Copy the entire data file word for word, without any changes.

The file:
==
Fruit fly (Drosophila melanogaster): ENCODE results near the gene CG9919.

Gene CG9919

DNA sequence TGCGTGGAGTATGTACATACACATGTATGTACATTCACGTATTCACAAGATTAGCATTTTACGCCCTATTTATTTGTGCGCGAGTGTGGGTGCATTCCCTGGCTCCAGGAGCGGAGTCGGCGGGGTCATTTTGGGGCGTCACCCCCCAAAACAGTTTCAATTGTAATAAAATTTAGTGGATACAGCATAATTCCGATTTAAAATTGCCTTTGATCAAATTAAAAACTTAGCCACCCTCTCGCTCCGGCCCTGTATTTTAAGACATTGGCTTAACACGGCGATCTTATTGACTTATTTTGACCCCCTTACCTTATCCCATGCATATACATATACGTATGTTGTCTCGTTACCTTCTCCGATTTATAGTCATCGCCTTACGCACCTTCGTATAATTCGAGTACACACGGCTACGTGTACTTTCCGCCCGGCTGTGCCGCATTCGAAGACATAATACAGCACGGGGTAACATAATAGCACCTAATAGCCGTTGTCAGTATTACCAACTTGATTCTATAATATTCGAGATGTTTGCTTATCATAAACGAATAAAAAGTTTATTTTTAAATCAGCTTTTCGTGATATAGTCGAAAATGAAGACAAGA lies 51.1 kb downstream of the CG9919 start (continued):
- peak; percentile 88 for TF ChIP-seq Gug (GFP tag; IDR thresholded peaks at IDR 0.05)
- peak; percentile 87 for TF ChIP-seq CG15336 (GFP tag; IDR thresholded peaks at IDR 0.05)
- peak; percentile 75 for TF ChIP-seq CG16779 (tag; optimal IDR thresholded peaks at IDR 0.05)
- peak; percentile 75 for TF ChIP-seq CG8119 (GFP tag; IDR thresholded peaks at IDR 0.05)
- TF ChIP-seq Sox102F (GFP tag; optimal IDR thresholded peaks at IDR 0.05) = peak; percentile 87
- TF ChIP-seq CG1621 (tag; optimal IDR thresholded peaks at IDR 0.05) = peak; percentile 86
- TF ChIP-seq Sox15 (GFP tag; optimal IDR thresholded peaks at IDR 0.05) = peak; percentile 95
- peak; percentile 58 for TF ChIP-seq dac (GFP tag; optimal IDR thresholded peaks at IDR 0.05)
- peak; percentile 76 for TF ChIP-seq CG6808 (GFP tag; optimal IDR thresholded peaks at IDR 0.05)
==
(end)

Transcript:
Fruit fly (Drosophila melanogaster): ENCODE results near the gene CG9919.

Gene CG9919

DNA sequence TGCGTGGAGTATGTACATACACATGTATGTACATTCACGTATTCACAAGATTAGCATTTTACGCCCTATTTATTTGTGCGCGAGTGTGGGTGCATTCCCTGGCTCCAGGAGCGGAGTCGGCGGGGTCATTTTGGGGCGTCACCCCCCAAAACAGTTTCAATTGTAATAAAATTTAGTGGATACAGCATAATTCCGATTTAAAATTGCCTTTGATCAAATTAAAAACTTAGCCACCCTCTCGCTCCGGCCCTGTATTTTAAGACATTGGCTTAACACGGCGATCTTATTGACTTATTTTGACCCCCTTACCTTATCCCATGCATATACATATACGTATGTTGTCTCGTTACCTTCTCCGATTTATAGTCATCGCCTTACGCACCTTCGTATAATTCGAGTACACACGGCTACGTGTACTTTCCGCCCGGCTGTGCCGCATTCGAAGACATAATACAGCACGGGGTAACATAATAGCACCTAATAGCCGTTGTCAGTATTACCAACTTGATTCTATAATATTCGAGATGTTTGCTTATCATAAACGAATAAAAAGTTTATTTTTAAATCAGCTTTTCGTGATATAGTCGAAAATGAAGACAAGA lies 51.1 kb downstream of the CG9919 start (continued):
- peak; percentile 88 for TF ChIP-seq Gug (GFP tag; IDR thresholded peaks at IDR 0.05)
- peak; percentile 87 for TF ChIP-seq CG15336 (GFP tag; IDR thresholded peaks at IDR 0.05)
- peak; percentile 75 for TF ChIP-seq CG16779 (tag; optimal IDR thresholded peaks at IDR 0.05)
- peak; percentile 75 for TF ChIP-seq CG8119 (GFP tag; IDR thresholded peaks at IDR 0.05)
- TF ChIP-seq Sox102F (GFP tag; optimal IDR thresholded peaks at IDR 0.05) = peak; percentile 87
- TF ChIP-seq CG1621 (tag; optimal IDR thresholded peaks at IDR 0.05) = peak; percentile 86
- TF ChIP-seq Sox15 (GFP tag; optimal IDR thresholded peaks at IDR 0.05) = peak; percentile 95
- peak; percentile 58 for TF ChIP-seq dac (GFP tag; optimal IDR thresholded peaks at IDR 0.05)
- peak; percentile 76 for TF ChIP-seq CG6808 (GFP tag; optimal IDR thresholded peaks at IDR 0.05)